In 2004 the first International Decade of the World’s Indigenous People (1995-2004) came to an end. Its main merit was that it had centred the attention of the United Nations on the need for awareness of the problems encountered by indigenous peoples the world over. The time has now come to consider new perspectives and strengthen international cooperation in order to meet these peoples’ expectations.
The International Day of the World’s Indigenous People, 9 August, marks the day on which the Working Group on Indigenous Populations met for the first time in 1982. It should act as an occasion for thinking about this process and taking part in it.
Faced with the reality of the living conditions of indigenous people, which often remain precarious, the General Assembly of the United Nations, at its 59th session, proclaimed a second International Decade of the World’s Indigenous People, from 2005 to 2014.
The second Decade will provide UNESCO with an opportunity to pursue and intensify its efforts to promote the cultures of indigenous people and their fundamental rights. It will also offer the occasion to emphasize the need to mainstream culture in every development policy. Such mainstreaming is all the more necessary when indigenous people are involved, since they have a holistic vision of the world and maintain a special link with their environment.
It is therefore essential to strengthen the partnership with indigenous people by improving the mechanisms for the consultation of communities and arranging their participation in projects undertaken in UNESCO’s fields of competence. A central plank of our work will be to give greater thought to an issue of overriding importance for indigenous people – namely their informed, free and prior consent – and its application in the processes of project formulation and execution.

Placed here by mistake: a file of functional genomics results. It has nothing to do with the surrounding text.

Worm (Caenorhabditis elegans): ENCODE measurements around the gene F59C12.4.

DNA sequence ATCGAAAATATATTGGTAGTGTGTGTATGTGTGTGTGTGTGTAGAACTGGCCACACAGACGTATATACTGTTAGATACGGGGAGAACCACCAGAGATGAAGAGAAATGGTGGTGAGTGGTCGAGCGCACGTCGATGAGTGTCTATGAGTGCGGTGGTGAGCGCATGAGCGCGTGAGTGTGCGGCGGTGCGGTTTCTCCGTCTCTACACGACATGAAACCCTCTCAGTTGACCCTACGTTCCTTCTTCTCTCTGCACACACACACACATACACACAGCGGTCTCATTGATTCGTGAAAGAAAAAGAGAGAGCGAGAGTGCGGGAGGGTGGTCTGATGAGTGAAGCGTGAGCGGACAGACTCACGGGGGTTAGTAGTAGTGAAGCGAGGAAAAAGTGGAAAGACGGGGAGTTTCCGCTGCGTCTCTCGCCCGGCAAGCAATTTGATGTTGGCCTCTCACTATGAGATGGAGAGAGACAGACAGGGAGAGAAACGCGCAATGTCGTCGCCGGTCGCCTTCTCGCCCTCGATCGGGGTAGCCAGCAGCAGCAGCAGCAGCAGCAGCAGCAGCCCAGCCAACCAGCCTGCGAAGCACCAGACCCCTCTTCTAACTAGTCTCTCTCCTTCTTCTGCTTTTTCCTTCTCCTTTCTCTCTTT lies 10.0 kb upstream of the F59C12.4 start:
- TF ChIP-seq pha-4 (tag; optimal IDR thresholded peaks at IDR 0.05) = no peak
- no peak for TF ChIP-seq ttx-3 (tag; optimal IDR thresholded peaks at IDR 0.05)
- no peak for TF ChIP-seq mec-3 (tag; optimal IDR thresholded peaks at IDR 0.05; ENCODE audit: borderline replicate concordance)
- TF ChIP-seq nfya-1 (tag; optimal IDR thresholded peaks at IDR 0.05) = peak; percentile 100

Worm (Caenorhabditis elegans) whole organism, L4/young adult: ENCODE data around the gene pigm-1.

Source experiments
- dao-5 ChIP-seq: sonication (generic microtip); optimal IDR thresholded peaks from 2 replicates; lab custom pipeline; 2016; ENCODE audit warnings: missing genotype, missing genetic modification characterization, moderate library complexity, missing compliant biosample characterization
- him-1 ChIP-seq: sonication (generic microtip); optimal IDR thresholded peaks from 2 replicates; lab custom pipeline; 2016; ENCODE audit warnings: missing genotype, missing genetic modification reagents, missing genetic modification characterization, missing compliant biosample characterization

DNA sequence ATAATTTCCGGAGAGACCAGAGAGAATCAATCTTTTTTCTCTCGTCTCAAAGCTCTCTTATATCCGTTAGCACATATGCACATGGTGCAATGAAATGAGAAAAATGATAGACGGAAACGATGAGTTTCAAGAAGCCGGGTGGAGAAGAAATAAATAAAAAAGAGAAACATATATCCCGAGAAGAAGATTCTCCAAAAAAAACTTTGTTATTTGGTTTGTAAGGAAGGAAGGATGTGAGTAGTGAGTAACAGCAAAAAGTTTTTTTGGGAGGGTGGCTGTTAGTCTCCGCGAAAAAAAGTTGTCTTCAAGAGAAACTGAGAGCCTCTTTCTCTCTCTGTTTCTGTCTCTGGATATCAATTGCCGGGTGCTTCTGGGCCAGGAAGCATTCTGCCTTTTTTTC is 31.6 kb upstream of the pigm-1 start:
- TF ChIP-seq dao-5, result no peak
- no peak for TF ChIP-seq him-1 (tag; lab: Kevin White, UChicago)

Moreover, UNESCO will pursue its efforts to protect and promote the diversity of cultures and ways of life peculiar to indigenous peoples. I hope that in 2006 the Convention for the Safeguarding of the Intangible Cultural Heritage will enter into effect, once it has been ratified by the thirtieth State Party. The Organization will also be presenting, at the 33rd session of the General Conference in October 2005, a preliminary draft convention on the protection of the diversity of cultural contents and artistic expressions. These international instruments may provide a framework for the protection of traditional indigenous forms of expression and the promotion of indigenous people’s contemporary creations.
We must at the same time emphasize the role of indigenous individuals, particularly women and young people, in the transmission and safeguarding of knowledge linked to their cultural and natural heritage. As guarantors of cultural diversity and biodiversity, young indigenous people should be proud of their identity and their culture and retain their specificity while taking their rightful place in a globalized world.
Consequently, UNESCO must renew its efforts, particularly in its action on education for all, to introduce curricula that are culturally and linguistically adapted to indigenous history, values and traditions. Formal and informal education for local communities, combined with the proper use of means of information and communication, should bring about an increase in the transmission of knowledge between custodians of traditional knowledge, young people and the rest of the world.
Finally, I wish to pay special tribute to indigenous women. Subjected to twofold discrimination, both as women and indigenous people, they are often especially vulnerable to all kinds of injustice. Nonetheless, their role in the safeguarding of traditions, in particular through the transmission of the mother tongue, is crucial for the planet’s cultural and biological diversity.